• Sarah Gollhofer

      I didn’t get “arrogant and bolshy” from your article, but I did get it from Katy’s comment! Also, who cares about the tv shows? If you don’t like them, don’t watch them. When I heard that they were making an American version of Death at a Funeral I was like, “That’s kind of silly, since they can’t possibly improve upon it. I just won’t watch it, I guess.”
      And I think everything you said in this article is true, and I really appreciate it because, as an American, I tend to feel ashamed of the way our nation behaves and/or is perceived.
      So, THANKS! :)

  • Bethany Bellows Tranby

    “Americans have gypsy blood” is not my favorite thing written about us:)

  • Colleen Sweeney

    We do have a tendency to rip off British TV shows, and claim them as our own (Being Human, anyone?). And I can’t say much else about being an American, because I am seriously conflicted by my country of birth, however controversial that opinion is.

  • Paula Flaherty

    Not everybody hates you. In fact i think people love Americans abroad, as you don’t travel as much it is always nice to see you out and about. I mean off the traditional tourist trails. However being a British Expat living in Australia. I could change American to English in the majority of this article and it would work for me. xx

  • Alice Schmitz

    I lived in the US during 6 month as an exchange student and the main thing that sometimes made me kinda hate this country is how arrogant, self-centered and ignorant a big part of society is. I know not every american is like this (I met incredible people there that I am still in touch with and that I love with all my heart!) but so many people don’t know anything about what’s going on in the world and are not even interested! And they lack so much of culture! I mean people asked me things like “Oh yeah, and the Europe is in France right?” or “Do you have chool/internet/television/cars…” I mean, seriously? And the fact that so many people are sure that the US is the world’s leader and that it is their role to take part in every conflict and everything that happens on earth, that they are the leader of the free world.. Oh and about liberty: if it really is the country of freedom, then why all the hate against gay people and marriage (please explain how they will ruin the institution of marriage when celebrities are getting married and divorced in less than 48h?!), forbidding abortion and all those things?! In my country gay people can get married and adopt, we have a gay prime minister! Also, our health care system ensures that everyone will always have the care they need, even if they are poor because we have a fantastic thing called: solidarity!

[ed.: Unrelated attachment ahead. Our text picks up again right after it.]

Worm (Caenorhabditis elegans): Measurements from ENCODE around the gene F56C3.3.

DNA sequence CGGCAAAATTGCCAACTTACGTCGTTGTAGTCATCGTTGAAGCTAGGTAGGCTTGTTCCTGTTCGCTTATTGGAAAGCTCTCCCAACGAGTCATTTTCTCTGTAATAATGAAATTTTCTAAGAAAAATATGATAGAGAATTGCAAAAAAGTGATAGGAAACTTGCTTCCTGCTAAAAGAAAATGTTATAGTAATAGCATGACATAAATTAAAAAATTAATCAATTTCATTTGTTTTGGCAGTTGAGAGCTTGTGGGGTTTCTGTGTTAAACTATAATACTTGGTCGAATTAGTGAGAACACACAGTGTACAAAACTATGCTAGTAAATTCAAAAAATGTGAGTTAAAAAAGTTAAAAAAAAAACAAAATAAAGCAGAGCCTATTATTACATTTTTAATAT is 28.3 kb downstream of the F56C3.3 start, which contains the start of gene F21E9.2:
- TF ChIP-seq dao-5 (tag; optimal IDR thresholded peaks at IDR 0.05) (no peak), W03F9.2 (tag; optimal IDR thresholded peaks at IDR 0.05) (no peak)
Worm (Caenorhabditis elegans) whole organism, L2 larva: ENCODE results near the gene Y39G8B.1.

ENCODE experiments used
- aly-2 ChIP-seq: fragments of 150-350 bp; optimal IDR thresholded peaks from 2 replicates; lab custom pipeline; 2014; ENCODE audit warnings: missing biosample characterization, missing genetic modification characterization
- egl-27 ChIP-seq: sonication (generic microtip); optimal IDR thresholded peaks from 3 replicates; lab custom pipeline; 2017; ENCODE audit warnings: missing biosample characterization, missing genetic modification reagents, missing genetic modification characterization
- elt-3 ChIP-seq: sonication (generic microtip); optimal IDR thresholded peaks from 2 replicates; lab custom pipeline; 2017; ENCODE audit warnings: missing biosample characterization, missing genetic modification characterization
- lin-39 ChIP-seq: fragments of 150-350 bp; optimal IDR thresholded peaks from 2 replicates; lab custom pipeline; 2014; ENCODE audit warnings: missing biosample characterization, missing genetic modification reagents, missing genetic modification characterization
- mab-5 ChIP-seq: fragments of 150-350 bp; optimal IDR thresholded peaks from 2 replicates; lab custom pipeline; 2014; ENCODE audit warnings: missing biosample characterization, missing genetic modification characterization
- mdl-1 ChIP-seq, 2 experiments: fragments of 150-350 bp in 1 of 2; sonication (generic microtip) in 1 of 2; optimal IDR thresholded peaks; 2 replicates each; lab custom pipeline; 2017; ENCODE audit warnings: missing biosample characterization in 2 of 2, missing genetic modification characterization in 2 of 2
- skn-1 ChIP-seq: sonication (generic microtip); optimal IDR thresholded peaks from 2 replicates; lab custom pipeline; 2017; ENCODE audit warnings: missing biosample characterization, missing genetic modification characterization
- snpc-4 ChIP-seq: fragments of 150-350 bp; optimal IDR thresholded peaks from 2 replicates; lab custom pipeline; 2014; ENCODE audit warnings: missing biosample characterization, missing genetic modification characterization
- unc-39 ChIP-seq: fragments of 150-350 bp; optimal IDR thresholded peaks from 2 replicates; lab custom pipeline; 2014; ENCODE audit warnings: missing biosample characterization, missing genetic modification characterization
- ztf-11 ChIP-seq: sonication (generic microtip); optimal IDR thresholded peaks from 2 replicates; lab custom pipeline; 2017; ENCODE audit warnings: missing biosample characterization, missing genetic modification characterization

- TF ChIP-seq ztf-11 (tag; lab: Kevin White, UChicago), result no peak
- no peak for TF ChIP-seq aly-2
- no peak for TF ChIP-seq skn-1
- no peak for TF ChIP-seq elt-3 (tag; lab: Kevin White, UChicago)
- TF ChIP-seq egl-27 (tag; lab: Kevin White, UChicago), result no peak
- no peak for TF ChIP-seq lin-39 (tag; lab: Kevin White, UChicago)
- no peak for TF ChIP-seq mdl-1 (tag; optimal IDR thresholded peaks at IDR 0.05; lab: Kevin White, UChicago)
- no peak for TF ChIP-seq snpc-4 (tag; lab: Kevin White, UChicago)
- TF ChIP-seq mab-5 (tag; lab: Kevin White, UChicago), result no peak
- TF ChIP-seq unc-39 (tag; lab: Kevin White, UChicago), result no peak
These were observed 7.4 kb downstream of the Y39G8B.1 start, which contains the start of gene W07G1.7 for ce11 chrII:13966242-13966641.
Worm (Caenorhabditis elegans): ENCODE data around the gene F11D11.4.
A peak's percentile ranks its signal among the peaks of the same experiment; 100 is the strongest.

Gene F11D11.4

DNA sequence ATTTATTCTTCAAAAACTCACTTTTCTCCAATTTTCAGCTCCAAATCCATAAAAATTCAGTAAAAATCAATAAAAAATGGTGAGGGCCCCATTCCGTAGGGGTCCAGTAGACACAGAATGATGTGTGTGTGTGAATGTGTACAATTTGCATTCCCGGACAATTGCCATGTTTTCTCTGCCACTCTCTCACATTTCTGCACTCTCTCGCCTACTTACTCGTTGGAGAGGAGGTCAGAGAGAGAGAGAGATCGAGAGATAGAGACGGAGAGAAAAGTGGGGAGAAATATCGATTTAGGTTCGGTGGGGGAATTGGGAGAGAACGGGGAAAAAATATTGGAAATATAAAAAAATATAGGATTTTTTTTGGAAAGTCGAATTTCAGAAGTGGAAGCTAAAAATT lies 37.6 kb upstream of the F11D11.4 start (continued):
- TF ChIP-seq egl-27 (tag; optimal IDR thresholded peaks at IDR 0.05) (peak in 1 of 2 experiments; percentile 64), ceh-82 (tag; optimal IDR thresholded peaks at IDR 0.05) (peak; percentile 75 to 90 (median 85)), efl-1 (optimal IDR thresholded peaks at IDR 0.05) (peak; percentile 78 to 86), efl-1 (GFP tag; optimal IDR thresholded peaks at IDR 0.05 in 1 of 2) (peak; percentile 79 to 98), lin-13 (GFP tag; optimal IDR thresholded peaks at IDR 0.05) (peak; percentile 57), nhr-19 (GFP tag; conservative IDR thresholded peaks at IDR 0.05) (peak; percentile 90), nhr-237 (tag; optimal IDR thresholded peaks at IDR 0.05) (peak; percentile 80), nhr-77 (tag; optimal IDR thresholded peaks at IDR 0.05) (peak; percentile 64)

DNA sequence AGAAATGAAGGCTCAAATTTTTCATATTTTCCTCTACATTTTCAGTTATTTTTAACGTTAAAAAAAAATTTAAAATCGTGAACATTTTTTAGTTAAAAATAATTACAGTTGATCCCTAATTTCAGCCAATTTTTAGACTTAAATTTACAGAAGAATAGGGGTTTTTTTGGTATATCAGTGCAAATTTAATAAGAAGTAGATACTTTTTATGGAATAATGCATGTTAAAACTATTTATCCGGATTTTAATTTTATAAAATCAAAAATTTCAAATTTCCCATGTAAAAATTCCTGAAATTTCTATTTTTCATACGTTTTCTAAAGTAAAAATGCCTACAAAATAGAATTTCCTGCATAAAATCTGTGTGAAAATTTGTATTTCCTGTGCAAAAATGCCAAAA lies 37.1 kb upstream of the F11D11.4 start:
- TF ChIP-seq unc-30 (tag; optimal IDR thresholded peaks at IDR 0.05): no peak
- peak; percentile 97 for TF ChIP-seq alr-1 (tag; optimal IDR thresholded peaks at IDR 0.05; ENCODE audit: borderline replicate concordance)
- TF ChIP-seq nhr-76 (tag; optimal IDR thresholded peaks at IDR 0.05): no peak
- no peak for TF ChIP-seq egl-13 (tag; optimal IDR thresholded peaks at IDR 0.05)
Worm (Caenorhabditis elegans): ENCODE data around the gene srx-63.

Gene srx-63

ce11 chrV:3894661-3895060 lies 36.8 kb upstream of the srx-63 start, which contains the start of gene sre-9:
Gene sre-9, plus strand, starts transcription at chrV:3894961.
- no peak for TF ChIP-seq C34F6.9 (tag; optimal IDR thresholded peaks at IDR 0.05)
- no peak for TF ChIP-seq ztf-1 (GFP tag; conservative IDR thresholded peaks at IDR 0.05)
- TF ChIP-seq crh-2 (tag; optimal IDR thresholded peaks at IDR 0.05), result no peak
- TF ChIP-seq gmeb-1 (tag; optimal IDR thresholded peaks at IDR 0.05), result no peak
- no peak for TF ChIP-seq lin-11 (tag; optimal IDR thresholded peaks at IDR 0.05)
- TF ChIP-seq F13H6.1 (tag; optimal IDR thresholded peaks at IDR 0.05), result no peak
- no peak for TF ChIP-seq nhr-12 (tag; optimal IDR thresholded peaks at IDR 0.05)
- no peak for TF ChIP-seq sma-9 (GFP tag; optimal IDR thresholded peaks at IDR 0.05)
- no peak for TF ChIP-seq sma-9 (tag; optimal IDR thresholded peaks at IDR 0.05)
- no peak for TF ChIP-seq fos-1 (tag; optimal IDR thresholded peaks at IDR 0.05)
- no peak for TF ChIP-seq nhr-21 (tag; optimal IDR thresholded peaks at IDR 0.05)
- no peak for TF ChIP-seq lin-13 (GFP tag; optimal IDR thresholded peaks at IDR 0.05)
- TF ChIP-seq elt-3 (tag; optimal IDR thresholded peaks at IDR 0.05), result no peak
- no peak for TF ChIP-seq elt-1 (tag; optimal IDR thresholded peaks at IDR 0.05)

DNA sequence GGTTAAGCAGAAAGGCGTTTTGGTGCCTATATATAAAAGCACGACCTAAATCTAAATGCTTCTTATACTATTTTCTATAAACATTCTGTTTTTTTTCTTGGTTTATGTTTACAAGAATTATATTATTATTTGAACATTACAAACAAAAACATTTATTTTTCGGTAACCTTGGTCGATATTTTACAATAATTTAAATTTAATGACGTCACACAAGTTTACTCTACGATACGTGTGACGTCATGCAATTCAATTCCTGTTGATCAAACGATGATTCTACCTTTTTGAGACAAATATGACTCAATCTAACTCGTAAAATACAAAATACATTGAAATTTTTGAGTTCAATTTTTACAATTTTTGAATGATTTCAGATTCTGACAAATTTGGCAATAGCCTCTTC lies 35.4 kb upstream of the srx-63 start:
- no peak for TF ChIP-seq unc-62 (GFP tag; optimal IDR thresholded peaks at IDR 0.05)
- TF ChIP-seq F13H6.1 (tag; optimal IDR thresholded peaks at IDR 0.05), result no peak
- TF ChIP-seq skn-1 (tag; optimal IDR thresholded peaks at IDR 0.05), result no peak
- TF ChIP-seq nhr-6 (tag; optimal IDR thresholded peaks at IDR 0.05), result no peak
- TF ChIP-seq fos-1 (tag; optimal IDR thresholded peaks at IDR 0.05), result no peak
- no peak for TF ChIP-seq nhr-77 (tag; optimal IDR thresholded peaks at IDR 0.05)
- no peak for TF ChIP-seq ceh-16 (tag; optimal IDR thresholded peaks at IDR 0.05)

Anyway sorry, this isn’t meant to be a hate post, I like the US and lots of people I know there, it’s just that this article makes no sense to me…

  • Shirley Smeaton

    The only thing that I personally dislike about a lot of Americans is that they think they have the right to go into countries and take-over, how can you be on two sides in a war, supplying guns to the so called enemy for profit and then sending your young men and woman off to fight against that in somebody else’s country. The majority of tourists we get in our country from the USA are loud, brash and so full of BS it tends to put you off even trying to get to know your ordinary citizen.

  • Alysa Lybbert

    I just got back from The States and it just solidifies my love for Canada. We have better chocolate and cereal. All I need, really.

  • Melonna Clarke

    All these comments are exactly why Americans think british people are snobs with no sense of humor. And we do happen to love Canadians :)